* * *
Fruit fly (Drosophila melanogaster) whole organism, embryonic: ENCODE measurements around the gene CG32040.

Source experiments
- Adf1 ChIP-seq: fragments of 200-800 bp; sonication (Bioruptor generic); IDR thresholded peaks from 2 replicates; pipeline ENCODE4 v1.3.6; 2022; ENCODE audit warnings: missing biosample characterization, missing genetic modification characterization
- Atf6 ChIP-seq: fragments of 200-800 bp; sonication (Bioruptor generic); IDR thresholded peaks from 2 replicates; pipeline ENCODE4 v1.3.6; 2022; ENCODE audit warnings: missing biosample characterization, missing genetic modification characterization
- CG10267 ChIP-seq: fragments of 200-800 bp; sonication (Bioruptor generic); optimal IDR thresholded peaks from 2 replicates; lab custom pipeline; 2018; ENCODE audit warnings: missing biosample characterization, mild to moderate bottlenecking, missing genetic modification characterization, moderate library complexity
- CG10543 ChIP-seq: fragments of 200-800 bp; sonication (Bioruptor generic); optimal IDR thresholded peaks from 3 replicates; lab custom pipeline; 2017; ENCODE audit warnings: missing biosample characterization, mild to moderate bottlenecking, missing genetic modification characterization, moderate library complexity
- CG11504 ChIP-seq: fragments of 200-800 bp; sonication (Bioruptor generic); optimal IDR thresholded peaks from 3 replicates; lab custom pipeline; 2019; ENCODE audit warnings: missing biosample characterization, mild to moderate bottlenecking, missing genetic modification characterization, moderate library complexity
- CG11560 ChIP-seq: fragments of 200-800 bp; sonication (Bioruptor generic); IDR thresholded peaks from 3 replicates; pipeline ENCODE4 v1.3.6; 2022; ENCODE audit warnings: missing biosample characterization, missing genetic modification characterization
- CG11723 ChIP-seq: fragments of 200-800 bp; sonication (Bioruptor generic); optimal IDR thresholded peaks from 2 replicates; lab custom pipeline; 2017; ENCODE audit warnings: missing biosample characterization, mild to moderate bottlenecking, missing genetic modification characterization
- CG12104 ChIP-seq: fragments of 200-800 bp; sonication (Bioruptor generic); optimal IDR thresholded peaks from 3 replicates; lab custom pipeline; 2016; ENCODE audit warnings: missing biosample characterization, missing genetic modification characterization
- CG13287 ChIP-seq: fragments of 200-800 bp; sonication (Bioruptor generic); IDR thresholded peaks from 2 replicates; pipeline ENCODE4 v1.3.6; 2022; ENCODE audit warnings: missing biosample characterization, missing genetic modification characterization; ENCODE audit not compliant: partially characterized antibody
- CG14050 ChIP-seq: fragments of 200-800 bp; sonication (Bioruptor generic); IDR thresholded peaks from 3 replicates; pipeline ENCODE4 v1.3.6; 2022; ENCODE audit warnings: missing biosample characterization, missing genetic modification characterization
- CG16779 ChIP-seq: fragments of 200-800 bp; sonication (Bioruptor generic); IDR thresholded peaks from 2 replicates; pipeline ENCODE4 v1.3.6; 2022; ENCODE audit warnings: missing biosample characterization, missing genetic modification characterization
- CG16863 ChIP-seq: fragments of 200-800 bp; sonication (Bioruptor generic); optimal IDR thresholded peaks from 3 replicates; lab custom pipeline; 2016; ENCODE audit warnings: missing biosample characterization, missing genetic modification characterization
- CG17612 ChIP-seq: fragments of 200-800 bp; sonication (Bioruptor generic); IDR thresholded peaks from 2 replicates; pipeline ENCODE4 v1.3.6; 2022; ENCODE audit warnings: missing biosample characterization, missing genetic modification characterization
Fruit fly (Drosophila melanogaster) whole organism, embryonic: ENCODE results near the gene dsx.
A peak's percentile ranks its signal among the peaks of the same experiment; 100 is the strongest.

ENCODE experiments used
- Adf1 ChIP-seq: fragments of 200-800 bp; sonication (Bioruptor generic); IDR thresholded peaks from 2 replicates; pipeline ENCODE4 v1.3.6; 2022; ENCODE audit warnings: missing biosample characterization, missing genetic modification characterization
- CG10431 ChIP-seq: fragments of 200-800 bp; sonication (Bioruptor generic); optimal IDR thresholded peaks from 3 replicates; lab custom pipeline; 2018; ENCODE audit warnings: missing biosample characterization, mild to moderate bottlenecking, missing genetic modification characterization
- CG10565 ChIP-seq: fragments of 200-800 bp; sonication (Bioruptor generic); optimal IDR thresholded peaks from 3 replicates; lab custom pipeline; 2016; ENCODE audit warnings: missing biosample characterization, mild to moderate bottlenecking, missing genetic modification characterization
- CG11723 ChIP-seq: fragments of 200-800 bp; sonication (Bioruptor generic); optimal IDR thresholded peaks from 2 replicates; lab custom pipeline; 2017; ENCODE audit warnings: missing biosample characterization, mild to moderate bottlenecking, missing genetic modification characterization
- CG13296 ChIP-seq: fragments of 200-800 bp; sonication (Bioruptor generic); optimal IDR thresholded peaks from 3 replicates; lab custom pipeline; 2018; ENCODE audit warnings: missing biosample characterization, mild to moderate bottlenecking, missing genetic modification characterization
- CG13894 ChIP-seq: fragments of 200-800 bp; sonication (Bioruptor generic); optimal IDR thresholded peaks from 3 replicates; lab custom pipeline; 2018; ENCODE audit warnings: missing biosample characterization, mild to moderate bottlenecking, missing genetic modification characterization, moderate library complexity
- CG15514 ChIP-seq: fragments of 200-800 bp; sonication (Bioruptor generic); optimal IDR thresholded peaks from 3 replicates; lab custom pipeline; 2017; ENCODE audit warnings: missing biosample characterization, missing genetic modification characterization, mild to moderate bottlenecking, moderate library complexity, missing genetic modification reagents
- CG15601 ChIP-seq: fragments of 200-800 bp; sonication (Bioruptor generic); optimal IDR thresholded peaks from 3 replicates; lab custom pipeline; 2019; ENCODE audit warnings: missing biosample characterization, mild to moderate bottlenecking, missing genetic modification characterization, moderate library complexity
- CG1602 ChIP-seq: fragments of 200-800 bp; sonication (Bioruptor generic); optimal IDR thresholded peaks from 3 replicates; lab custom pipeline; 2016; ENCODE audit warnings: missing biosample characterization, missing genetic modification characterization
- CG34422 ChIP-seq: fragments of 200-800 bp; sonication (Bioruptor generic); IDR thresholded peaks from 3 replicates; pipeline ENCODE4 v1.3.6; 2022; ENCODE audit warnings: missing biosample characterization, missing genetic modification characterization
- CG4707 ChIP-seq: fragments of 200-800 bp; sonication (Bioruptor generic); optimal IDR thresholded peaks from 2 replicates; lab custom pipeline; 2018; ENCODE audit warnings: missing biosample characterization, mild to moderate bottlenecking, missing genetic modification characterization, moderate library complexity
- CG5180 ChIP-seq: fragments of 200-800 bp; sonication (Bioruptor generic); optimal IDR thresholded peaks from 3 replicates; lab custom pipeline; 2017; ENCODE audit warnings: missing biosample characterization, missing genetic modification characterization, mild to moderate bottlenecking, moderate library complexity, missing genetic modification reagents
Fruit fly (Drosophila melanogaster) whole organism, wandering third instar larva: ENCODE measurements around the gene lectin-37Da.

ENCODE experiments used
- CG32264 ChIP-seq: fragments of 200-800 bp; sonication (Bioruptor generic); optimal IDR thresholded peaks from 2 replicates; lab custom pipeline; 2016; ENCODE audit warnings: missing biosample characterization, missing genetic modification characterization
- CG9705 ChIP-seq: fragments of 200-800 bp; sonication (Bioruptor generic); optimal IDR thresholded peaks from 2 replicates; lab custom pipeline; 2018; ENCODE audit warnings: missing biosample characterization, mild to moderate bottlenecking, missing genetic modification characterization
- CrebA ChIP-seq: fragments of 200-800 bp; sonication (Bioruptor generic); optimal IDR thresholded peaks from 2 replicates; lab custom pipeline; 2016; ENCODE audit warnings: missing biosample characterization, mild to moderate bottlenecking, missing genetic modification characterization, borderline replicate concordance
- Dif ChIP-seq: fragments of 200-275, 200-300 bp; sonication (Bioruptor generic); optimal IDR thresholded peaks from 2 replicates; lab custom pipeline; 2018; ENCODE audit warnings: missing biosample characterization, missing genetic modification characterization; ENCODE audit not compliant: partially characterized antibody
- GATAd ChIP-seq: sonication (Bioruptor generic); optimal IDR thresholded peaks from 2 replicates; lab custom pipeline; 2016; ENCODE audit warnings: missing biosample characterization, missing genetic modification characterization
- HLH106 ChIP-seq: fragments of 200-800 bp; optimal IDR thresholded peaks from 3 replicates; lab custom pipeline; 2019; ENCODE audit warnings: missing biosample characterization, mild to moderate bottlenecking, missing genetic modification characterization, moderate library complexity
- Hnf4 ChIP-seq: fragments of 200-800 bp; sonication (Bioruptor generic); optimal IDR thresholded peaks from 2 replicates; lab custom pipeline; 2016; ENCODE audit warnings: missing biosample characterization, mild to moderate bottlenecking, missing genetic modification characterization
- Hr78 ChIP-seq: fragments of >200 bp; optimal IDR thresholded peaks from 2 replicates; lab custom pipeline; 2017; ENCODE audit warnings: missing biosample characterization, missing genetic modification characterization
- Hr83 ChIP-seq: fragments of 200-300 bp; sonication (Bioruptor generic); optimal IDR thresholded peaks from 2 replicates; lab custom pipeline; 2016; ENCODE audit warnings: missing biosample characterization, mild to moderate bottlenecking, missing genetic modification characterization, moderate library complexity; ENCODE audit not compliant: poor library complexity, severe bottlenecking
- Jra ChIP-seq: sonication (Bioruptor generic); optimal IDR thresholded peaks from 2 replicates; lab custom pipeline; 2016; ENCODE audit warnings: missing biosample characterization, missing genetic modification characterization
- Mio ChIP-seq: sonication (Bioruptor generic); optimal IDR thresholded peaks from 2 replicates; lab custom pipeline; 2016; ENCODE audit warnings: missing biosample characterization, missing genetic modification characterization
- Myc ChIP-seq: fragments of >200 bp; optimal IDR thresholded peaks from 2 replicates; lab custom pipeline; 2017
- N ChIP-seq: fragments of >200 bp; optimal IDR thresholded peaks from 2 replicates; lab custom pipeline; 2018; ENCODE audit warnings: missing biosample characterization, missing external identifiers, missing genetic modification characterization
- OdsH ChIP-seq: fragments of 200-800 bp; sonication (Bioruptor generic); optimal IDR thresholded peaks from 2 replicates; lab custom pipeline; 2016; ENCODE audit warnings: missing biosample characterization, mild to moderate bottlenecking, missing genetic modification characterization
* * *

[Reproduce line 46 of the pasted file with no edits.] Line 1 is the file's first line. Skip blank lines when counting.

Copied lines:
- OdsH ChIP-seq: fragments of 200-800 bp; sonication (Bioruptor generic); optimal IDR thresholded peaks from 2 replicates; lab custom pipeline; 2016; ENCODE audit warnings: missing biosample characterization, mild to moderate bottlenecking, missing genetic modification characterization